U.K.-based Powa Technologies created PowaTag, a mobile payment technology that enabled users to scan an item on their phone and purchase it within seconds. In its first year, the startup had $76 million from investors and was later worth almost $2.7 billion. But the well dried up under bad management, reckless spending and overblown claims that the company would be “bigger than Facebook or Google.” The hyperbole freaked out investors, many of which had only signed letters of intent and not yet made financial contributions, so Powa wasn’t so financially “powaful” after all.
Total disclosed funding: $185.3 million
Launched in 2009, Quirky fashioned itself as a platform for professionals to meet and develop “needed” ideas. The idea took off and the startup received $169.5 million in funding, a partnership with General Electric and was featured on CNN. But its product was deemed mediocre, expensive to produce and didn’t collect much revenue. So, in the end, Quirky was too full of, well, quirks to succeed, the victim of big dreams without a solid business model. It later sold for a mere $4.7 million.
Total disclosed funding: $194 million
Panda TV, a Chinese live-streaming platform was founded in 2015 and by 2018 it was the third-largest service of its kind in China. But over the years, the startup experienced financial hardships as it struggled with the cost of broadband servers and paying celebrity salaries. And when celebrities left for other streaming services, viewers went with them. Unable to keep up, Panda TV shut down. Its farewell message was accompanied by a panda bear walking off into the distance and saying the word “Bye.”
Total disclosed funding: $196.6 million
Battery technology and manufacturing firm Aquion Energy created the Aqueous Hybrid Ion (AHI) energy storage and battery systems, an electrochemical approach to bulk energy storage that was also low-cost. Despite its effort, the company couldn’t survive a tough market, according to CEO Scott Pearson. “Creating a new electrochemistry and an associated battery platform at commercial scale is extremely complex, time-consuming, and very capital intensive. Despite our best efforts to fund the company and continue to fuel our growth, the Company has been unable to raise the growth capital needed to continue operating as a going concern,” he said.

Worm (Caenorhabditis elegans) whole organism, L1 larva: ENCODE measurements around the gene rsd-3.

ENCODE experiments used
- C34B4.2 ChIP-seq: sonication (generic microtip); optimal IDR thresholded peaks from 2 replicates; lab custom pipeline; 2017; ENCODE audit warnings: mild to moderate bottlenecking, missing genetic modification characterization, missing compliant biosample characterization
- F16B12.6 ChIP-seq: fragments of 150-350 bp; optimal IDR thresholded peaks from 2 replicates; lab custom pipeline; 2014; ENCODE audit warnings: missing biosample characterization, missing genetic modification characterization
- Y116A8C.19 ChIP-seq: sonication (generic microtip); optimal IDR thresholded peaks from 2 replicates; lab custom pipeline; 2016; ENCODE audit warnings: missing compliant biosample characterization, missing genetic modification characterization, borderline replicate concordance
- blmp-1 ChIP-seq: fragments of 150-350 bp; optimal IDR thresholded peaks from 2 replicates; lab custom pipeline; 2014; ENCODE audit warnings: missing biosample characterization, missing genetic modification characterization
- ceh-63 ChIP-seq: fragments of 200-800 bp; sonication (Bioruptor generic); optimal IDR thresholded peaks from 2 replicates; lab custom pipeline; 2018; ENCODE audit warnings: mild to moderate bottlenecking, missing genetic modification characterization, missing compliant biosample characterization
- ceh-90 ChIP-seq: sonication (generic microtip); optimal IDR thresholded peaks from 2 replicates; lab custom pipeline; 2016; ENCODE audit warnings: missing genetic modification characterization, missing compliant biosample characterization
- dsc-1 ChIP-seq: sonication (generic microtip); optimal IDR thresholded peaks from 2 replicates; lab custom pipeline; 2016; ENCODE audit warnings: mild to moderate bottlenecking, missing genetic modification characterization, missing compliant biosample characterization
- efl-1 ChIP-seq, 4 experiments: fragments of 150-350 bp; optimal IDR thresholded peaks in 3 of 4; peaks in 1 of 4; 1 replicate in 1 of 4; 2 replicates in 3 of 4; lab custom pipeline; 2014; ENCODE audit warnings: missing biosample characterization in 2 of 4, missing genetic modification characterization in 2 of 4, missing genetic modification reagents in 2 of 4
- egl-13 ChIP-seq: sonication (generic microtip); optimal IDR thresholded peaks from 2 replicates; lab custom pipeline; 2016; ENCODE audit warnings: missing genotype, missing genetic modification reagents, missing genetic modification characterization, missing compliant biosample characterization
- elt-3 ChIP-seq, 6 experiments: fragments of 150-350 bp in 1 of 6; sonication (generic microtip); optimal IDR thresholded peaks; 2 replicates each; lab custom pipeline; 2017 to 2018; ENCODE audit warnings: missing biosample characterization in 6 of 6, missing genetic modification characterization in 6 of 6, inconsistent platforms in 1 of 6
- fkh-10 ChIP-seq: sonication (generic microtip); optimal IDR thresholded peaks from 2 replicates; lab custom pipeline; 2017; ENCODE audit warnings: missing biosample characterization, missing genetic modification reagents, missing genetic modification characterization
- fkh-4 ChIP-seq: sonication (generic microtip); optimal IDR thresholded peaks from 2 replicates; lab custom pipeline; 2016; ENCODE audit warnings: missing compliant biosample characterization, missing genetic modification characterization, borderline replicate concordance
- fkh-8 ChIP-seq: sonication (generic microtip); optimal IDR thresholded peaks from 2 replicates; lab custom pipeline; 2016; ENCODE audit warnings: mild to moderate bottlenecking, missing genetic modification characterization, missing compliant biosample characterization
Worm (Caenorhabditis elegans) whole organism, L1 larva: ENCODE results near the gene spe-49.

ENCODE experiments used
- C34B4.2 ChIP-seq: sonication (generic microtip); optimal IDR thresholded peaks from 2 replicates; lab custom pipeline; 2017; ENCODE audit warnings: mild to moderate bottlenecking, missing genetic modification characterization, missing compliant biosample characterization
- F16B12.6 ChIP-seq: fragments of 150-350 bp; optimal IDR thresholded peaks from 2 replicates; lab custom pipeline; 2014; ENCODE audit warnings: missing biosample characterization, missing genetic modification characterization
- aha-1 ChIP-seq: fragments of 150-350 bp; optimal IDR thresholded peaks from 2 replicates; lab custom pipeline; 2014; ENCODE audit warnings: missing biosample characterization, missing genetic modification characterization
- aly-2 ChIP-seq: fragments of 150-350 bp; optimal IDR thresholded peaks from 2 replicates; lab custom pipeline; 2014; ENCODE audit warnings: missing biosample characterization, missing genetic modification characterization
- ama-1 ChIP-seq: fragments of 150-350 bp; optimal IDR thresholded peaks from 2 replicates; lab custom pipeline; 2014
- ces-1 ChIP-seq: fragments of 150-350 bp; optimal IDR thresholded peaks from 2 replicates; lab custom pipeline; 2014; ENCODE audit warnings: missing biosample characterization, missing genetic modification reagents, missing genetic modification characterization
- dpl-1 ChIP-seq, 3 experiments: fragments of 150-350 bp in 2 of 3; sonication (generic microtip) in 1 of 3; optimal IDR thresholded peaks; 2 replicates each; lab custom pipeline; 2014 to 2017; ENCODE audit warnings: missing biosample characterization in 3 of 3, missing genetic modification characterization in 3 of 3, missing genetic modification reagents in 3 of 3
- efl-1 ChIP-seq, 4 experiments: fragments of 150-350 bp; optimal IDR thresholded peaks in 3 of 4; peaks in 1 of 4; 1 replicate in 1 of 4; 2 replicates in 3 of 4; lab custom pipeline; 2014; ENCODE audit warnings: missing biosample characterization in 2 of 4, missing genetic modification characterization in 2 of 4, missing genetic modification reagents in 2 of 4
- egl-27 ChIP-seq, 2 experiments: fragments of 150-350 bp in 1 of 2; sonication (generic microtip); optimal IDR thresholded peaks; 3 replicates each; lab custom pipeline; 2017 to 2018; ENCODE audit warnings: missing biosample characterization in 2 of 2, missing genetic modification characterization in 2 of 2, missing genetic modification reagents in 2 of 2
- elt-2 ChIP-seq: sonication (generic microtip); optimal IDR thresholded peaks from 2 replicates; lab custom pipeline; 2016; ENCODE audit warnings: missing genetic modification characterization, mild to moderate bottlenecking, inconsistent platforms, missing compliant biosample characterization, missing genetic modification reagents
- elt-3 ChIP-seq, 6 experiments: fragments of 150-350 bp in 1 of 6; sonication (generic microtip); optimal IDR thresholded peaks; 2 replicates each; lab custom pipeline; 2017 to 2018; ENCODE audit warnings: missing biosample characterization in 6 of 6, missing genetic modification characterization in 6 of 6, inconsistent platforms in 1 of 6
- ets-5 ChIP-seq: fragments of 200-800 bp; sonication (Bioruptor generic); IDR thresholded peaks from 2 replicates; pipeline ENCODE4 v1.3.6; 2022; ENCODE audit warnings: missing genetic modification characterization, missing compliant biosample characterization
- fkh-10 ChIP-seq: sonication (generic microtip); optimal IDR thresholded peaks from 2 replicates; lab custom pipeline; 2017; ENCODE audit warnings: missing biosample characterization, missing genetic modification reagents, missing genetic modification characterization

Total disclosed funding: $205 million
Established in 2010, Anki was a robotics and artificial intelligence startup out of Carnegie Mellon that wanted to take children’s toys to the next level. During its decade-long run, Anki raised $182 and released products such as Anki Drive, a race car and track set that could be controlled with a phone app, and a robot named Cozmo. Their products were unique and performed well, but unlike other companies, Anki suffered from being too modest; its product price tags were simply too low to sustain the company.
Total disclosed funding: $229 million
In 2016, Mode Media shut down without warning and sent shockwaves through the industry. A digital publishing company with a focus on fashion, beauty and lifestyle, Mode Media had reached unicorn status and its wide audience reach put it in the top ten most popular internet media companies in the United States. However, Mode failed to pay attention to the mood of its finances and tried to expand without having the means to back it up. Like several other startups, too much debt resulted in its collapse.
Total disclosed funding: $252.9 million
KIOR had big dreams for biofuel. The company was backed by famed venture capitalist Vinod Khosla, who invested millions of dollars and attracted other big names such as Bill Gates. But all of these wealthy cooks in the kitchen proved to be a recipe to overspend. When KiOR filed for bankruptcy a few years after its inception, the company had blown through $600 million and only generated $2.3 million in revenue. It also fueled rage from the 2,067 creditors it left dry, including the state of Mississippi, which had given KiOR a $75 million loan – all of which brought on lawsuits. The company eventually flamed out.